Off Broadway Reviews
Jerry and Vita (played by real-life couple Joel Leffert and Nancy Nichols) are pretty pleased with the way things are going as a longtime married pair (56 years and counting). It's been ages since their children have grown and had children of their own; in fact, they are anxiously awaiting word on their pending great-grandparenthood as they carry out one of the rituals they have established for themselves in their New York City apartment (attractively designed by Robert Dutiel), comfortably uncluttered and unfancy, a place that feels as though it has been lived in, including the damaged-and-hastily-repaired bit of wall.
This particular ritual is breakfast together, a well-established routine of busy-enough empty nesters. Jerry, a semi-retired documentary filmmaker (his Emmy sits on a sill above the HVAC unit in the breakfast nook) and Vita, a retired book editor now working as an art museum docent, still have plenty to keep them occupied. But looking down the road (no rush; perhaps sometime in the next few years) is a plan to move into a retirement community across the Hudson in New Jersey. It's the sort of vague plan they want to have in place for "someday" while they are still able to be in charge of their own lives.
But then comes the phone call that triggers the action of The Sweet Spot, which the playwright calls "a play in three mornings." It is not the anticipated birth announcement, but someone from the retirement community, calling to let them know that a vacancy has unexpectedly opened (they and we quickly surmise why this is the case), and that they have three days to make up their minds before being redeposited to the bottom of the waiting list.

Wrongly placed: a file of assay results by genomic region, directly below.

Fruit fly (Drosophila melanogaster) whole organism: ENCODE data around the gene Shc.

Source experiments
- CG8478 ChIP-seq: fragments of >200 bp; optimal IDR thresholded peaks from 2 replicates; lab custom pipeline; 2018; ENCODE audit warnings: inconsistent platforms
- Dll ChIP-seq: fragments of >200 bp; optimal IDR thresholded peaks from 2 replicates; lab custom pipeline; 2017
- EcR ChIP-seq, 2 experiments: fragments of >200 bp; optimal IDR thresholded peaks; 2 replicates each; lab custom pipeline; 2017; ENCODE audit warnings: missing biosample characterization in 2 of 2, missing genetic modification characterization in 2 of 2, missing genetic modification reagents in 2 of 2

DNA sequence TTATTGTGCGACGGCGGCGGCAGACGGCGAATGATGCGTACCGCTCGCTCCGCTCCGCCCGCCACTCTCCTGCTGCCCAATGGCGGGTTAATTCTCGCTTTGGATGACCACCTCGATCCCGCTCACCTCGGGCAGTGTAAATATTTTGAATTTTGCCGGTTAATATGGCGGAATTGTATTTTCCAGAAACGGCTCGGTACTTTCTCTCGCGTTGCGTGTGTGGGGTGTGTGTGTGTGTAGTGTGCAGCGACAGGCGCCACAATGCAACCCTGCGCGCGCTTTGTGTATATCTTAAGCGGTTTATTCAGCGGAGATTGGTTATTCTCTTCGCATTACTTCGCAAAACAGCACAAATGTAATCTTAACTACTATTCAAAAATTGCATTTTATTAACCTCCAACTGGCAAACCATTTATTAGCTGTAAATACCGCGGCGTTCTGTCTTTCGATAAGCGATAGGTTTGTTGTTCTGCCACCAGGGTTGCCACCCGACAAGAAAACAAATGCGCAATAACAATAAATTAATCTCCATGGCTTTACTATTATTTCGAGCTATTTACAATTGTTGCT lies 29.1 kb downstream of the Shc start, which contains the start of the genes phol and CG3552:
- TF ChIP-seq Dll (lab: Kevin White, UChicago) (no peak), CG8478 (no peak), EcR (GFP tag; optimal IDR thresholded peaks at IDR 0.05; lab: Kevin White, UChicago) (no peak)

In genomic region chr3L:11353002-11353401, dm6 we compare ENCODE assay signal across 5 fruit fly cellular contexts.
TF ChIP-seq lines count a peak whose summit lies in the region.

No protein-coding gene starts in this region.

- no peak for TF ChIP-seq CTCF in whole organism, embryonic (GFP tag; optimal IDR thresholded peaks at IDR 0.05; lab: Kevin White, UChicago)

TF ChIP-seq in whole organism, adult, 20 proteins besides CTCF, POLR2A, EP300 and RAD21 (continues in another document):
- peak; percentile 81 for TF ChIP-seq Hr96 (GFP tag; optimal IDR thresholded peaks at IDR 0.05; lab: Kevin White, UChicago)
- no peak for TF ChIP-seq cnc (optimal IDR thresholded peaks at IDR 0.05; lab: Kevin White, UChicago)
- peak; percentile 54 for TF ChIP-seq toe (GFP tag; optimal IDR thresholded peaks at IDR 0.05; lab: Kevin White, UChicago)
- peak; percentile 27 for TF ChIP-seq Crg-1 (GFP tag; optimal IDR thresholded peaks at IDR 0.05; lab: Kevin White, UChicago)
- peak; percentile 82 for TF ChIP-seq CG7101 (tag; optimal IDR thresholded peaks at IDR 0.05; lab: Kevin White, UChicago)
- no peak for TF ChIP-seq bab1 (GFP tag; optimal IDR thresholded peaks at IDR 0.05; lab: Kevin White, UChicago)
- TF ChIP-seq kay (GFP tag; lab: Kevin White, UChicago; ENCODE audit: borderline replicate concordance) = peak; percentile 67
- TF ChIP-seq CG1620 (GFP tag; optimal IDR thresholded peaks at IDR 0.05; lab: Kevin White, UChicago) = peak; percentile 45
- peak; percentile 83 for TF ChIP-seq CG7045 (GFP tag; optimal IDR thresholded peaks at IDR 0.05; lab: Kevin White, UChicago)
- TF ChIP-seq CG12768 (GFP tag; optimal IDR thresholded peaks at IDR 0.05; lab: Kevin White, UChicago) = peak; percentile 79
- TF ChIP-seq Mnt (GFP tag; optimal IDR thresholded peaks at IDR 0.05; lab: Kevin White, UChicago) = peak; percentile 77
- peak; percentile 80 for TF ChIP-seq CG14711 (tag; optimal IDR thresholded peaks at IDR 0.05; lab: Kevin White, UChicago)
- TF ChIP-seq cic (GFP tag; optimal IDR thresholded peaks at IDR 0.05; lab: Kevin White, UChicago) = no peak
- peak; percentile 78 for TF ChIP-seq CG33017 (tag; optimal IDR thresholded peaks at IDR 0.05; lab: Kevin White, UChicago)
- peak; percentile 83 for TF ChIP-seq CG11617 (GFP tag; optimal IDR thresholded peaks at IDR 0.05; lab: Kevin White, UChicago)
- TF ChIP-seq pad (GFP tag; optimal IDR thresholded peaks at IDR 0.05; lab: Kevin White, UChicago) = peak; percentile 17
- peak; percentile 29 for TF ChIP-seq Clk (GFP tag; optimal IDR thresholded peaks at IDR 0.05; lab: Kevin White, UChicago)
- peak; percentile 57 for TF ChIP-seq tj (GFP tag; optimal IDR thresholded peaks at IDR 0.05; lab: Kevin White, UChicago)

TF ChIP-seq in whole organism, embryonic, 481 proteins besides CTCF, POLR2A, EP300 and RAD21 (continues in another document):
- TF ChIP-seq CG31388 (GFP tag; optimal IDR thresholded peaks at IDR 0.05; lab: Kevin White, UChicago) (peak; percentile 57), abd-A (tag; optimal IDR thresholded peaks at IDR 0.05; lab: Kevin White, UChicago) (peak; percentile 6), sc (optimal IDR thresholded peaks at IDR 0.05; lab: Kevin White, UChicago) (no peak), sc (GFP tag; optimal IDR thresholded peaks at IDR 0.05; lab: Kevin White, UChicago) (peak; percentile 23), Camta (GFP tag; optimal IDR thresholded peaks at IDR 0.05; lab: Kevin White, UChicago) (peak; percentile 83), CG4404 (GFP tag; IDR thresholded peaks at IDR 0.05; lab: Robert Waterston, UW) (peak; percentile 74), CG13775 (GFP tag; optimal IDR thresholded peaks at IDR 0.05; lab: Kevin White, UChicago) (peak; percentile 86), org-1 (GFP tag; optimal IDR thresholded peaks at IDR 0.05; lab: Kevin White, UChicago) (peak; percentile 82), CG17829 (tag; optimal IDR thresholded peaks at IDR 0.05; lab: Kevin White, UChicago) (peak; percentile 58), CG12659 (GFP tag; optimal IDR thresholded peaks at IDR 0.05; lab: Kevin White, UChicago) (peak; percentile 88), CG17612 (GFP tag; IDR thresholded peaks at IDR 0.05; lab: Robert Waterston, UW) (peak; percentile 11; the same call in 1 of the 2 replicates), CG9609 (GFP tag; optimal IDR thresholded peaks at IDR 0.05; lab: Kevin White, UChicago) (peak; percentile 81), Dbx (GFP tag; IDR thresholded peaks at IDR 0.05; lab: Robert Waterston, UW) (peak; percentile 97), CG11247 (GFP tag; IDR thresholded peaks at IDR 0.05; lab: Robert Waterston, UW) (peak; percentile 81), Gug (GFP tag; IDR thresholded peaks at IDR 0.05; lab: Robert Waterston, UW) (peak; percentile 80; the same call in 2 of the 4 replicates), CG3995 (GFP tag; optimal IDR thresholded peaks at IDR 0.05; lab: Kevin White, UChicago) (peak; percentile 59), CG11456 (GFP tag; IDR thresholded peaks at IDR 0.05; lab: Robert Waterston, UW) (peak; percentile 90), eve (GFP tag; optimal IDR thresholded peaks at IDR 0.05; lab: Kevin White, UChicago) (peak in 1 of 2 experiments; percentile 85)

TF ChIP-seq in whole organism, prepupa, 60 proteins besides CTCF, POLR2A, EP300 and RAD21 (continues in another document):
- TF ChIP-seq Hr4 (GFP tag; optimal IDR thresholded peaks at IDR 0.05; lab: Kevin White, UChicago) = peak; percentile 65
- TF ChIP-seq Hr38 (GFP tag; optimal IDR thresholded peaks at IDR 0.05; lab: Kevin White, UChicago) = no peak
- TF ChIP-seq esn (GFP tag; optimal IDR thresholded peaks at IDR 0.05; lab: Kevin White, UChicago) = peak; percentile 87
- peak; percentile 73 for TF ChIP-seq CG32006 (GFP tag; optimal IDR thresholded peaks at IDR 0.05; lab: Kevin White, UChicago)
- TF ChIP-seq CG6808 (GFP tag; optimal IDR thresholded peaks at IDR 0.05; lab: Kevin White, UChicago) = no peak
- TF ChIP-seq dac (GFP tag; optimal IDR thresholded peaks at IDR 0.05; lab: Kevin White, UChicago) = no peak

That is the gist of the play, a realistic consideration of what lies ahead for the couple and a decision that must be made. There is not a lot of dramatic tension or (thankfully, not) melodrama here, but the dialog rings true, in a style that is somewhat reminiscent of one of A. R. Gurney's or Horton Foote's more genteel family dramas. Joel Leffert and Nancy Nichols, who are not only long-married themselves but have worked together on more than two dozen productions through the years, also ring true in their interactions, under Page Clements' genial direction. To add a fanciful touch, the play also includes short scenes-from-a-marriage in which Gabriel Rysdahl and Tasha Milkman appear and enact loving (and occasionally tense) moments from the early years of Jerry and Vita's life together, helping to solidify the notion of a long marriage in which the final curtain is starting to loom in the not-so-far distance.
The Sweet Spot